Group learning, participant and non-participant observation

User Image James Ocklay 8 months ago | Careers
Group learning, participant and non-participant observation


The well-known term "group therapy" is not a new term: it was born in 1932, by the psychologist Jacob Moreno.

The well-known term "group therapy" is not a new term: it was born in 1932, by the psychologist Jacob Moreno. In fact, he was the first to introduce the aspect of psychodrama into the dynamics between two or more people, and consequently the idea that a group could be improved in its essential components, also through socio-psychological therapies.

Moreno's micro-sociology

For Moreno, in fact (founder of the so-called micro-sociology), the group is the functional atom of social dynamics, which is binding in increasingly complex "molecules", to form the conformation of the entire society.

By studying the micro-dynamics of the group, and preventing (or solving) problems within it, therefore, one could "cure" (or prevent "diseases") of the entire society.

The group in the classroom

The micro-sociological one is one of the possible points of observation of associative phenomena, which requires active research (action method) and in the field: applied to the context of the class, it provides that the teacher - from the outside - observes the phenomena that arise inside within the working groups that are created in the classroom, trying to maintain a balance made of justice and equal opportunities for all.

If it is not possible to maintain this climate, and unresolved questions arise, then the teacher will have to try to do "group therapy", which is to let each of the members of the group speak and restore the empathy of the children towards each other. other, trying to make them identify with their companions in order to collaborate peacefully.

The observation of the data from which to start to study the health of the working groups can be carried out by the teacher both by keeping a distance from them, and by participating in their activities just like the other members.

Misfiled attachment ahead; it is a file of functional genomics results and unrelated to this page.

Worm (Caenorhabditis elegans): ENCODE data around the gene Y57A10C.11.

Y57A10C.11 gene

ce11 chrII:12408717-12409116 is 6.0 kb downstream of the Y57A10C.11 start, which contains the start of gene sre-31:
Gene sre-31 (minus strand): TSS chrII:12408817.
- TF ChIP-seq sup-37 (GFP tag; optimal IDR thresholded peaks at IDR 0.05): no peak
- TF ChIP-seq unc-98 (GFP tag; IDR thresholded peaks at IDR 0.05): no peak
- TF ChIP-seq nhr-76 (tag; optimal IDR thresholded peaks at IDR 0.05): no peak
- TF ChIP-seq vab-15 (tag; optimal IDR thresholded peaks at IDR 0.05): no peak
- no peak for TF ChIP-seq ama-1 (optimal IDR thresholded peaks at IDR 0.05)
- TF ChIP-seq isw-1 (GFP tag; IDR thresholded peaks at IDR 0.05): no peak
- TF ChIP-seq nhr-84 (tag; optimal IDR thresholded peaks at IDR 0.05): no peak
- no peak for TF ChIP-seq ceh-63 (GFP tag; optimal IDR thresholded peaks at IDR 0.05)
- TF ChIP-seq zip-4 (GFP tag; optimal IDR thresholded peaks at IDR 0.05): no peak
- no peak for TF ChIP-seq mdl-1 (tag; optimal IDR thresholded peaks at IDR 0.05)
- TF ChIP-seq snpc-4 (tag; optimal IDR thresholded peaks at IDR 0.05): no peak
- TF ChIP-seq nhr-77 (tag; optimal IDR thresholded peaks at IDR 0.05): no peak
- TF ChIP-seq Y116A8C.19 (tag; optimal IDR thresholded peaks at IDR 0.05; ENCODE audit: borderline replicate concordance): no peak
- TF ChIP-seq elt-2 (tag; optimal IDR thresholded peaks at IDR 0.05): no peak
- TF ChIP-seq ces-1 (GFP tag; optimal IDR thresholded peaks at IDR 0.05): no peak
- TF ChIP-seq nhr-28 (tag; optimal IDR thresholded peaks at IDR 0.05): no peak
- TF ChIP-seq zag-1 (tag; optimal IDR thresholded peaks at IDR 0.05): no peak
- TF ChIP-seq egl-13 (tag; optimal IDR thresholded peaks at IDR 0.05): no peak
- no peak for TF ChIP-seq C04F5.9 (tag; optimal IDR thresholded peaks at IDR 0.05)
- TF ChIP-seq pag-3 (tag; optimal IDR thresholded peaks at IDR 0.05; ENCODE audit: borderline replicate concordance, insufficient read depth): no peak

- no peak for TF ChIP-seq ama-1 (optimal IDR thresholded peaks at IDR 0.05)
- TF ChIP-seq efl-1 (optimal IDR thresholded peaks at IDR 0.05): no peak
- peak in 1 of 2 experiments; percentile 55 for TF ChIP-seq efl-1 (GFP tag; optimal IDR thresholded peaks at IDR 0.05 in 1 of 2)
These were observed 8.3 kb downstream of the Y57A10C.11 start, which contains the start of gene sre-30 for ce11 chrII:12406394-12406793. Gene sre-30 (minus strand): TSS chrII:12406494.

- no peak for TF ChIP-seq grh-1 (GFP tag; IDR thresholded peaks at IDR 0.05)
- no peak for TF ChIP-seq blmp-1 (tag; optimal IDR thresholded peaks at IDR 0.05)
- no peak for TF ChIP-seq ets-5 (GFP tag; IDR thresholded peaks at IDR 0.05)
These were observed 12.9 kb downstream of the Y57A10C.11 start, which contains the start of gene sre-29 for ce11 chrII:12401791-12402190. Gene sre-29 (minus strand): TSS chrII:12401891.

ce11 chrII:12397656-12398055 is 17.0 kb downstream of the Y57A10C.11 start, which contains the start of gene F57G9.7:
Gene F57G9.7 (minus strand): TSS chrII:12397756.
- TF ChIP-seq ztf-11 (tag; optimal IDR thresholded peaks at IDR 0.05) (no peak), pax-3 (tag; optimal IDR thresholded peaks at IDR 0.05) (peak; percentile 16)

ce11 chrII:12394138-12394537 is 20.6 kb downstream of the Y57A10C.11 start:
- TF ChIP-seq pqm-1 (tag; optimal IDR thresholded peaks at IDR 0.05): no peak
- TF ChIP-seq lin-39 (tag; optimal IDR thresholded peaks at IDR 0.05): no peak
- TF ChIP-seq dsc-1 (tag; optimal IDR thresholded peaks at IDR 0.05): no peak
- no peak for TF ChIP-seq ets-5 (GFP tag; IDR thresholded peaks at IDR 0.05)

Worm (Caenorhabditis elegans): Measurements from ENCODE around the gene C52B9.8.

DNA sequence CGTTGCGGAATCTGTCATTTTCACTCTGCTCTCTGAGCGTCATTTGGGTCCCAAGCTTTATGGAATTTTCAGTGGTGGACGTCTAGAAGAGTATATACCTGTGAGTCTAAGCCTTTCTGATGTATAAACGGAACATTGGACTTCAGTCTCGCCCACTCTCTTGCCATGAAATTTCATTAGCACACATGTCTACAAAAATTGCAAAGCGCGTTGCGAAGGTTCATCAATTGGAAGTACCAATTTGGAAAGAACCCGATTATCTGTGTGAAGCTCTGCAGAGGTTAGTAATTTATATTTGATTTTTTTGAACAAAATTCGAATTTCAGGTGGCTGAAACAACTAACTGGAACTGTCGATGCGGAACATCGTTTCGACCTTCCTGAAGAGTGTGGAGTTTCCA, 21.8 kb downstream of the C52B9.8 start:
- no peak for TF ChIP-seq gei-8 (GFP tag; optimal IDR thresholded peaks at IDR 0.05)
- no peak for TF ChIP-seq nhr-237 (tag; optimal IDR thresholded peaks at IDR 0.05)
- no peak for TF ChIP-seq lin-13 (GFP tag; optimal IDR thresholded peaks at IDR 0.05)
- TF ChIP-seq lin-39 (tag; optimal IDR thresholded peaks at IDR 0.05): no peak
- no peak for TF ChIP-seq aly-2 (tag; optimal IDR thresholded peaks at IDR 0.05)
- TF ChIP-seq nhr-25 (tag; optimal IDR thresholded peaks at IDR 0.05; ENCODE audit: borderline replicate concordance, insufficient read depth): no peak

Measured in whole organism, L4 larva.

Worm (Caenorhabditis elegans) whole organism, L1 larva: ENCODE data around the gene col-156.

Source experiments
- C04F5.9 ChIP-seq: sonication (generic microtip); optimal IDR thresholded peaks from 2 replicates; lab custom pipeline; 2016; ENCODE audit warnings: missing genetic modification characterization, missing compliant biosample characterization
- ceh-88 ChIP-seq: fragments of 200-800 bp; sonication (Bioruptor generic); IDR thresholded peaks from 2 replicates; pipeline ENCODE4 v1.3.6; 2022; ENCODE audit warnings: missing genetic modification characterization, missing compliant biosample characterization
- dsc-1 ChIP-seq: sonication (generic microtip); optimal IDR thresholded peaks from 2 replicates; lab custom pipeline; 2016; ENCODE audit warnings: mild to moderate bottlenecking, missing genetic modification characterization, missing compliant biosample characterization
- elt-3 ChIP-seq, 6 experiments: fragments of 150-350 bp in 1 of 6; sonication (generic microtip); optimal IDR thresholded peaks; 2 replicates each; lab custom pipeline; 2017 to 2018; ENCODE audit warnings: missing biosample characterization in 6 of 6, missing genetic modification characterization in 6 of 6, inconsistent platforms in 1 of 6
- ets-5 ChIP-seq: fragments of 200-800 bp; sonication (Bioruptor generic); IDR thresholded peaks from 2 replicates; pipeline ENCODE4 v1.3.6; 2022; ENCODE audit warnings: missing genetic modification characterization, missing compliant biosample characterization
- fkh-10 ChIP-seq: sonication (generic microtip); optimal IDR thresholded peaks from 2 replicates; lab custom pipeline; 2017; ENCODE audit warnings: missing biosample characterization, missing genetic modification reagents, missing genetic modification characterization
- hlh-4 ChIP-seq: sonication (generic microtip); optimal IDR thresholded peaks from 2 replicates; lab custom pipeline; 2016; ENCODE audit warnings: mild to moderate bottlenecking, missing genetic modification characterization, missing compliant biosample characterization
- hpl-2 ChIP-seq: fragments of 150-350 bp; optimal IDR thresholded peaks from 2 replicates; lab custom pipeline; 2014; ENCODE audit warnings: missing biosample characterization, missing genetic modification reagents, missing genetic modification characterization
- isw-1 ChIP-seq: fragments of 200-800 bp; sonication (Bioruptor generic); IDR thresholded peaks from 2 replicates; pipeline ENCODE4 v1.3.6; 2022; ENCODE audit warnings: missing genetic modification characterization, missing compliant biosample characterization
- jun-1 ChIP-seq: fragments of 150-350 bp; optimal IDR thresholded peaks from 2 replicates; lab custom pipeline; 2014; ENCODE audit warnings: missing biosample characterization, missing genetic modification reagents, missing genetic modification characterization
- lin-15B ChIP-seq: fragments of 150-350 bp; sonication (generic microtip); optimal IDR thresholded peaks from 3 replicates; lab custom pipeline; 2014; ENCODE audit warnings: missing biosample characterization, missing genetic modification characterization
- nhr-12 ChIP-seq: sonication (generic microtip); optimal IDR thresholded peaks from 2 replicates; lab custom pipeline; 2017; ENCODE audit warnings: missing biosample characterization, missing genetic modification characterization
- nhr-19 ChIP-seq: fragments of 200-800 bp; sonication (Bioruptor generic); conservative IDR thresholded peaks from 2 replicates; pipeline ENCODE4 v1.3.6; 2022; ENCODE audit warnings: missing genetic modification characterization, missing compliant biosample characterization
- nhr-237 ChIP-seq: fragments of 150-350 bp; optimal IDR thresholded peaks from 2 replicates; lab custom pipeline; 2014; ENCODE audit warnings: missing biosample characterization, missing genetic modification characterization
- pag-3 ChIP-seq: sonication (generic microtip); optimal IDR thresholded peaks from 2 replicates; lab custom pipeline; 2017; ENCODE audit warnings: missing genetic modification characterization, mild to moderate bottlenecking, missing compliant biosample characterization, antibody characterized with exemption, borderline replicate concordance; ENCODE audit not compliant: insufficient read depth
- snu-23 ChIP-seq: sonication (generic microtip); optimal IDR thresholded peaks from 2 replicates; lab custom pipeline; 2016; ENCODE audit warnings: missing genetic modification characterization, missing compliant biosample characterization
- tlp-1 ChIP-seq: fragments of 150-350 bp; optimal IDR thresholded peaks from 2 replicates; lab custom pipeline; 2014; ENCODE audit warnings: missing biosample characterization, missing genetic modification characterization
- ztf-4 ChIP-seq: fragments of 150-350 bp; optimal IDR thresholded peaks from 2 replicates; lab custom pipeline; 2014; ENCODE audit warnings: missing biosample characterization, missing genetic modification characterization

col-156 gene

Non-participating observation

Observing the community without revealing one's presence, in ethnography and netnography (ethnography on the web) is a practice technically defined as lurking ("non-participating observation").

There are scholars who believe that lurking does not constitute observation in the traditional sense and does not allow for
adequately understand the dynamics of functioning of a community, offering only a superficial understanding of the phenomena.

Other scholars believe instead that lurking should be the norm of sociological and anthropological research.

In fact, it offers a unique opportunity: that is, the possibility of studying the behavior of users in their natural development, without the risk of any distortions related to the presence of the researcher / teacher.

It is advisable to adopt this technique, therefore, when the members of the group would be inhibited from seeing the presence of an outsider within the group (as the teacher would be), thus concealing their true behavioral nature (which instead represents the subject of sociological study).

Especially when the teacher/anthropologist is faced with sensitive and reactive issues (for which the application of traditional research techniques, such as questionnaires, interviews, or participant observation, is not recommended), it is, therefore, preferable to use the non-participant observation method.

Participant observation

Even if the micro-sociological observation as a non-participant is an active research method, it does not as actively provide for the participation of the teacher within the group of students.

Which, on the other hand, is provided for in the "participant observation" method: it is a qualitative investigation technique used mostly in the ethno-anthropological sciences.

It provides that the scholar (in the classroom context, identified with the teacher) spends some time within the community object of his study, to formulate theories only later, after having tried "the point of view of the indigenous" (Bronislaw Malinowski, "Argonauts of the Western Pacific", 1992).

It is a technique that does not aim at quantitative observation (therefore based on numerical, objective data) like its opposite, but it is useful when you want to analyze the context of the group from the point of view of those who make it up (therefore the pupils), thus also exploring the emotional component of the learners.


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